Advertisement
YOU ARE HERE: LAT HomeCollections

Collector's Choice

August 31, 1986|GLORIA LOPEZ | Gloria Lopez is on the editorial staff of The Times.

Everything passes. Robust art alone is eternal.

The bust outlasts the citadel.

--Theophile Gautier (L'Art, 1832)

Museum directors, curators and private connoisseurs are constantly surrounded by choice artwork. Is that enough? If they could have one piece of art they don't yet own or control, from any period, from anywhere in the world--what would it be?

Neoplasticism was the unique geometric style of abstract Dutch painter Piet Mondrian. "I would choose Mondrian's 'Victory Boogie Woogie,' " which is in a private collection in Connecticut, says Eli Broad, chief executive officer of Kaufman and Broad Inc. and founding chairman of the Museum of Contemporary Art. "Mondrian and other artists fled Europe during World War II and came to New York City. It was the beginning of a new era in art. . . . For me, 'Victory Boogie Woogie' signals the end of European dominance and the beginning of American post-World War II art."

Joan Quinn, a member of the California Arts Council and chairman of the Art in Public Places Program, and her husband, John Quinn, a Los Angeles attorney, collect the works of contemporary California artists. Her choice is a fantasy: a portrait of herself painted by Giovanni Boldini, an Italian artist noted for portraits of nobility and society figures. "Women, in his portraits, appear to be floating on the canvas, walking on clouds," she says. (Above, Boldini's "Madame Charles Max," in the Musee Nationale d'Art Moderne in Paris.)

For the Record
Los Angeles Times Sunday October 5, 1986 Home Edition Los Angeles Times Magazine Page 11 Times Magazine Desk 2 inches; 42 words Type of Material: Correction
In "Collector's Choice" (Aug. 31), credits for Piet Mondrian's "Victory Boogie Woogie" and Giovanni Boldini's "Madame Charles Max" were reversed. Mondrian's painting is from the collection of Mr. and Mrs. Burton Tremaine; Boldini's painting was reproduced courtesy Cliche Musees Nationaux.

Richard Koshalek, director of the Museum of Contemporary Art, favors Abstract Expressionism--especially the work of Jackson Pollock, American artist and key figure in the Abstract Expressionist movement. "In 1950, to have commissioned Jackson Pollock to do a room, one painting, or a series of paintings that would occupy a specific space would have been fantastic . The energy of Pollock's work goes beyond the canvas and creates a powerful, environmental effect." (Left, "Lavender Mist: Number 1," in the National Gallery in Washington.)

'I once said that I would hock my shares in Occidental Petroleum to buy (it) if it is ever offered for sale," says Dr. Armand Hammer of Pierre Auguste Renoir's "Luncheon of the Boating Party," which is part of the Phillips Collection in Washington. Hammer, chairman of the board of Occidental Petroleum, owns three collections himself that tour the world for exhibition. But the Impressionist masterpiece, he says, "captures the laughter and spirit of a magnificent boating party," and then he adds: "I guess it is so moving to me because it reminds me of the years I spent in Paris as a young man."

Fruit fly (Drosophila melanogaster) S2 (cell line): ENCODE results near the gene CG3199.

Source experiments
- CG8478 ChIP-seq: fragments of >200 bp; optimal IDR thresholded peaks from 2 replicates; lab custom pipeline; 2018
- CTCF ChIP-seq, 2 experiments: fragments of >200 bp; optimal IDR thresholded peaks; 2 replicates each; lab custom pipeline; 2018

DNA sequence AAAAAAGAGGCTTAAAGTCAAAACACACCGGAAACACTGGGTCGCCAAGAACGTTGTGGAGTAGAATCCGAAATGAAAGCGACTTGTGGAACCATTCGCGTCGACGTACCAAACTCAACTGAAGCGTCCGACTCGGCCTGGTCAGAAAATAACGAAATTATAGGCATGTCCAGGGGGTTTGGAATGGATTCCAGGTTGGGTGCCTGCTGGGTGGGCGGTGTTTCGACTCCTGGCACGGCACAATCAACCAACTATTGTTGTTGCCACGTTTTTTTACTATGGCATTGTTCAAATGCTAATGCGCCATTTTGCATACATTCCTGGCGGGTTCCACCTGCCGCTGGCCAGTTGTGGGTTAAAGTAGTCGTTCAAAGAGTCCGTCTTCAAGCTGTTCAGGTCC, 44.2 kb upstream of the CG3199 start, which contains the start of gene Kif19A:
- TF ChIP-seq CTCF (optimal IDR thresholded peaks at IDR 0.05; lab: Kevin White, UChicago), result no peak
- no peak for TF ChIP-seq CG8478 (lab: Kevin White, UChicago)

To desire any work in a public gallery, says Robert Wark, curator at the Huntington Library and Art Gallery in San Marino, is an "unrealizable wish"--especially if one's preferences include William Hogarth, an 18th-Century English artist. "Hogarth's satirical series of paintings are in public (British) collections already," Wark says. "I would say, however, I would like a series of narrative paintings similar to, comparable to, the type of 'Marriage a la Mode' by Hogarth (in the National Gallery in London)."

The private collection of David L. Wolper consists of 40 Pablo Picasso sculptures and ceramics. If he could have anything, the producer of Emmy-winning miniseries ("Roots," "The Thorn Birds") and creator of the opening and closing ceremonies of the 1984 Olympic Games and this year's rededication of the Statue of Liberty, would like one more Picasso sculpture, one now in the Musee Picasso in Paris. " 'Bull's Head' is one great piece that I love and I can't possess," Wolper says. "It is so simple but fabulous. Picasso was vital; he kept changing. And he must have had a great sense of humor."

'The most ravishing, beautiful painting ever created and one of my favorites through time is Velazquez's 'Las Meninas' in the Prado Museum in Madrid," says Dr. Earl A. (Rusty) Powell III, director of the Los Angeles County Museum of Art. "Diego Velazquez was a Spanish genius. The color achieved is wonderfully rich, resonant, lustrous and transparent. His painting is a mysterious tour de force painting--the highest form of artistic expression."

Marcia Weisman, art collector and founder of the Museum of Contemporary Art, says that "The Red Studio," by French master Henri Matisse, is "the first painting I ever fell in love with. I had a poster of it hanging in my dormitory bedroom at Mills College." Chairman of the Advisory Council of the Arts at Cedars-Sinai Medical Center, Weisman favors this Matisse, which is in New York's Museum of Modern Art, because, she says, it "has everything. To me, 'The Red Studio' is the beginning of what art is today. . . . It represents all that Matisse has ever done--and then some."

Advertisement
Los Angeles Times Articles
|
|
|